The question about how a small amount of money – say $20 – can be used most effectively comes into many of our minds as we hear about and see poverty. There have been a number of ways people have tried to go about this, hand out money, hand out items, sponsor a child to go to school, buy a small animal for someone etc. When you are interacting with people who you want to benefit from your donations directly, it makes this process much more transparent and support ends up in the hands of those with the luck to meet a generous person. If you’ve done this before and want to share how you gave money, how it was used and your thoughts on it now, please share them!
What if we could do this from afar with similar effects? We're going to test NanoGrants - a quicker, smaller version of MicroGrants - by offering $50 to $200 to communities who engage in a discussion with us about their situation, problems, solutions and available resources. Similarly to a MicroGrant, the group would have to write a short proposal of how they will use the money and ensure that the group will benefit from it.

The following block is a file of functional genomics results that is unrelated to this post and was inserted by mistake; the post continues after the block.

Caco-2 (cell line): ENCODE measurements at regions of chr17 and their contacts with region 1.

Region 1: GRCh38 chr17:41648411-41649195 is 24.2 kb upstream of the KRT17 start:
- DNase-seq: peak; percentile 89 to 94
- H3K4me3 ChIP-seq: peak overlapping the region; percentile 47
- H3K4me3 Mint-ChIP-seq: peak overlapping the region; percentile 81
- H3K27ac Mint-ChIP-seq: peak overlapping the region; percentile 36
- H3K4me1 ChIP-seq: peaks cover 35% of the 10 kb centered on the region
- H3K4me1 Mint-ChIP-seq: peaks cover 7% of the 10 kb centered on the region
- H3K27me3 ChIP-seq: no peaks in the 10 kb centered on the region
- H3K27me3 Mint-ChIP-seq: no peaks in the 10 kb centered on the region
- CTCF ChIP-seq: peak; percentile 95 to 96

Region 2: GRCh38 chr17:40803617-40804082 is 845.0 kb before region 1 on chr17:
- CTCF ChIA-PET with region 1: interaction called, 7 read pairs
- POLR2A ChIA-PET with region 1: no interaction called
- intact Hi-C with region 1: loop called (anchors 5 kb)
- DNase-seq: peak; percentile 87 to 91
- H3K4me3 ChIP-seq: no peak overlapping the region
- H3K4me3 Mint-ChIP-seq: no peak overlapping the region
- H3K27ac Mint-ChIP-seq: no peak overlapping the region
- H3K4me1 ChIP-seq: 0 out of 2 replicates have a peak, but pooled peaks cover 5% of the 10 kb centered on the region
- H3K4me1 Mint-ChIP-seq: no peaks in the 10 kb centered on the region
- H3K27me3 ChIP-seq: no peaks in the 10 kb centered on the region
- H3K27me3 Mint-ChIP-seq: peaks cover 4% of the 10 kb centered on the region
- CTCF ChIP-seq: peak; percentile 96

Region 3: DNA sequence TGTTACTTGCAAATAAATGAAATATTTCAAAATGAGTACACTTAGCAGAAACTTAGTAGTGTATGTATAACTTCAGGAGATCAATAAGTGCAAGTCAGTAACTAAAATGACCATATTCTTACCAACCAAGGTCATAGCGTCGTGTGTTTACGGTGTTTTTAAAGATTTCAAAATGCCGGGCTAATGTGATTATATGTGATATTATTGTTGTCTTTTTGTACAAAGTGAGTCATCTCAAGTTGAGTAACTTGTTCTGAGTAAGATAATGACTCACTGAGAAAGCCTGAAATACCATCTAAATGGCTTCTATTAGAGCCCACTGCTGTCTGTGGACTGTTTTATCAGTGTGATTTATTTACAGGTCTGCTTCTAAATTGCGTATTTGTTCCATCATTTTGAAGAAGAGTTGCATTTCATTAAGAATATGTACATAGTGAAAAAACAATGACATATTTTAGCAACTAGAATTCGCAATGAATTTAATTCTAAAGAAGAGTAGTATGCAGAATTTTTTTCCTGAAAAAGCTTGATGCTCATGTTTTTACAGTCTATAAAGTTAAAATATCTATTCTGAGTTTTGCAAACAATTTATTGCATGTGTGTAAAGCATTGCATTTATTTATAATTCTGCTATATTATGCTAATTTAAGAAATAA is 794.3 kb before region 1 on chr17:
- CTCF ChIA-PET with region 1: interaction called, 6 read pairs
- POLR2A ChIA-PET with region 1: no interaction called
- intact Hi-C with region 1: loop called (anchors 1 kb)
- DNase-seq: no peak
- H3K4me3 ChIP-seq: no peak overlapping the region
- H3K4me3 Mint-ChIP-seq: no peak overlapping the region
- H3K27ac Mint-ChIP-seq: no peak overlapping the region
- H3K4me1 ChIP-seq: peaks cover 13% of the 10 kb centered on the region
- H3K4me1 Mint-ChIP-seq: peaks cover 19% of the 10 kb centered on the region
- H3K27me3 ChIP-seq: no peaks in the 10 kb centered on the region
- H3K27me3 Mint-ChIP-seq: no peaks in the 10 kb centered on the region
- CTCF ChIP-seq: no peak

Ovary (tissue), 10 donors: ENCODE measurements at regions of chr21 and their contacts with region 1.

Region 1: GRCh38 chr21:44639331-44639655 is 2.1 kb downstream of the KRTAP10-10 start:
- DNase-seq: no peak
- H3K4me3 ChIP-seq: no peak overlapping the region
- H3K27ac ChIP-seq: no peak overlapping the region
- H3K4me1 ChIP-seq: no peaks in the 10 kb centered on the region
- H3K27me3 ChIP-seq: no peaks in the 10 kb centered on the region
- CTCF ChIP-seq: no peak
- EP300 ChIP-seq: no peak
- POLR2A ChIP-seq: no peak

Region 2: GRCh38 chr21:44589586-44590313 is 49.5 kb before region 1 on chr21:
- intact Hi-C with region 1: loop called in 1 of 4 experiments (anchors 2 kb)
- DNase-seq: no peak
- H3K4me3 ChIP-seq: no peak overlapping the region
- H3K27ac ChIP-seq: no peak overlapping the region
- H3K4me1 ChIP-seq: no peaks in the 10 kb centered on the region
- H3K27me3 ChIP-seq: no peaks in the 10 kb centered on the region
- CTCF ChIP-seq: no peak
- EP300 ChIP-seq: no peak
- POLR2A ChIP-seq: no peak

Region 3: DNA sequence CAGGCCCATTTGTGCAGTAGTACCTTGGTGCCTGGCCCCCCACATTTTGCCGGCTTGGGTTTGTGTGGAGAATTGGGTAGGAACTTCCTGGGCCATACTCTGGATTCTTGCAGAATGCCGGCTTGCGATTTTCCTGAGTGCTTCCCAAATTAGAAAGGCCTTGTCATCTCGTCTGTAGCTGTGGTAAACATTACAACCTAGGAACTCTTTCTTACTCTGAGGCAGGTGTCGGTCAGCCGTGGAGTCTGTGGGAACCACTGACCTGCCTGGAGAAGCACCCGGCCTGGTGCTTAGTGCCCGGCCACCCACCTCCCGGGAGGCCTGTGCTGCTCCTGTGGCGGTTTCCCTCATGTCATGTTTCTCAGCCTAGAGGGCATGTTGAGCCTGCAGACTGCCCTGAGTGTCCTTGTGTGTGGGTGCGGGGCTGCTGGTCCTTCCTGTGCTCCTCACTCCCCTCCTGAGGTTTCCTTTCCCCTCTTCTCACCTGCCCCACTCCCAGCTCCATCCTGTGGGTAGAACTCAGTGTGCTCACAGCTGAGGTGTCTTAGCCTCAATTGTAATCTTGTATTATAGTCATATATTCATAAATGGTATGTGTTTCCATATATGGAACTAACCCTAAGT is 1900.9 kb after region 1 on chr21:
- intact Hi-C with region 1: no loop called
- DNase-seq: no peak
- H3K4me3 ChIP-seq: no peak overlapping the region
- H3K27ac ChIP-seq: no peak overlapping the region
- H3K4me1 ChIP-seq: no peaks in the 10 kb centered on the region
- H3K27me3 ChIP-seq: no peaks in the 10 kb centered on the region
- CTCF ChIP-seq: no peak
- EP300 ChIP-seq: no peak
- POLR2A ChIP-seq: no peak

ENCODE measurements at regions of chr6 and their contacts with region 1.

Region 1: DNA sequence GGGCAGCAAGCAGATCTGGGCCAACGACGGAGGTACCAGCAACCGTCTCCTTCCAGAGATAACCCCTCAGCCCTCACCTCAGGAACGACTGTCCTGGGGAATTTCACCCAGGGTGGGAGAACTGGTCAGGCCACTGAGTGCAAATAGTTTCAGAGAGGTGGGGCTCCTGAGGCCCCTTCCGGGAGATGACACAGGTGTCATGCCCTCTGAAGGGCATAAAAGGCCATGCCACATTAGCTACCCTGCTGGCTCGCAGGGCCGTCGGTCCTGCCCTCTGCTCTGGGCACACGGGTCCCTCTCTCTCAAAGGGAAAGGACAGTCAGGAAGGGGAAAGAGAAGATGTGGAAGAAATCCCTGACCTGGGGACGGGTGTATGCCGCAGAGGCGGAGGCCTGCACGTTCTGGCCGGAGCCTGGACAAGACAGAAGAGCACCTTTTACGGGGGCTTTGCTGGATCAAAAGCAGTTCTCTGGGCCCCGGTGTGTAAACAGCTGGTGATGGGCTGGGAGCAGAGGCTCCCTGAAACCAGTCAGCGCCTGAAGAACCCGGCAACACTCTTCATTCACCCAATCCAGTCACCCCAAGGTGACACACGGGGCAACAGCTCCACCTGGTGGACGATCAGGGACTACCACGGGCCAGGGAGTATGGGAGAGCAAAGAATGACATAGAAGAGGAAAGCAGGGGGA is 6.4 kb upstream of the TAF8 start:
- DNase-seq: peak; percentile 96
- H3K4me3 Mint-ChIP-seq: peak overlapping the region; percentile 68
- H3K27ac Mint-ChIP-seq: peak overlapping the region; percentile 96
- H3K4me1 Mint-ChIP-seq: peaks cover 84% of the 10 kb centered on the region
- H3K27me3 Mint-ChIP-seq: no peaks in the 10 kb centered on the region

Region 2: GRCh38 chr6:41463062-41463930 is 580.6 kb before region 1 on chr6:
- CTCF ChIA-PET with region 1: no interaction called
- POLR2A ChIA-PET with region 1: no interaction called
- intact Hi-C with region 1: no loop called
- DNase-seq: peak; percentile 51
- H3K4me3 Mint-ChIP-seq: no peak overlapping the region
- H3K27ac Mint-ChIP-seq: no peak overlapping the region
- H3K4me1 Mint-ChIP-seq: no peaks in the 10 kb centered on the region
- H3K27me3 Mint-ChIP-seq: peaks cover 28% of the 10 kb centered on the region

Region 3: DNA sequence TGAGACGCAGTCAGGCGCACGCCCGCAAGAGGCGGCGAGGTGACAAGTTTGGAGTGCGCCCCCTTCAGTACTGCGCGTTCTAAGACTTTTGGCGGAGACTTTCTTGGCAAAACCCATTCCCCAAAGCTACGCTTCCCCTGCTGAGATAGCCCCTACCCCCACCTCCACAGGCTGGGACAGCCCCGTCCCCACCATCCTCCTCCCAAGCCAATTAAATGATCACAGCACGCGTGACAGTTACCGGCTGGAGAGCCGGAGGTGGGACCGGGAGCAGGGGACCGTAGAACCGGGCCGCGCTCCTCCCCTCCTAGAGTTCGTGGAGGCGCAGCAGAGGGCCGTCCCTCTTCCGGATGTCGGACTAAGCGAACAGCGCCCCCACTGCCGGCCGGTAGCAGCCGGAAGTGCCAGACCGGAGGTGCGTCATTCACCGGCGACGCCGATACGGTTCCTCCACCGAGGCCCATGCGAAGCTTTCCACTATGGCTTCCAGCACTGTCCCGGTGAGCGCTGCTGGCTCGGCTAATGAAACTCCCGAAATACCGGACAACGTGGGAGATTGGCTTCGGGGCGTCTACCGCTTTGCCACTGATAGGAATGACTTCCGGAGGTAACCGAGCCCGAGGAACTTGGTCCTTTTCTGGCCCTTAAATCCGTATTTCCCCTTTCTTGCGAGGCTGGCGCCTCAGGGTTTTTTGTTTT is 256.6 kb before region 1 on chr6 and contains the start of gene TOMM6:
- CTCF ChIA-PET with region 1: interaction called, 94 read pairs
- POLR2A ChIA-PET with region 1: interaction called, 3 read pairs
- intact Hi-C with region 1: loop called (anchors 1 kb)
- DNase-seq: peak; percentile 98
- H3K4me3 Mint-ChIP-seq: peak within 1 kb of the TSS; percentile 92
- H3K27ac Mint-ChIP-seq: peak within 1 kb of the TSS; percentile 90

Nano-Grants already in the works:
Three men in Karambe are writing a proposal to start a community goat project. They will care for the goats and when they give birth to new goats, they will give it to a community leader who will distribute it to someone who is in high need of an animal.
A group of HIV positive women in Wanteete have organized in hopes to gain better access to ARV’s. Currently they don’t have enough money to pay for them. They are writing a proposal to start a pig project to generate income that they can use to pay for medicine. They are using a mere $50 to kick off the project by buying piglets.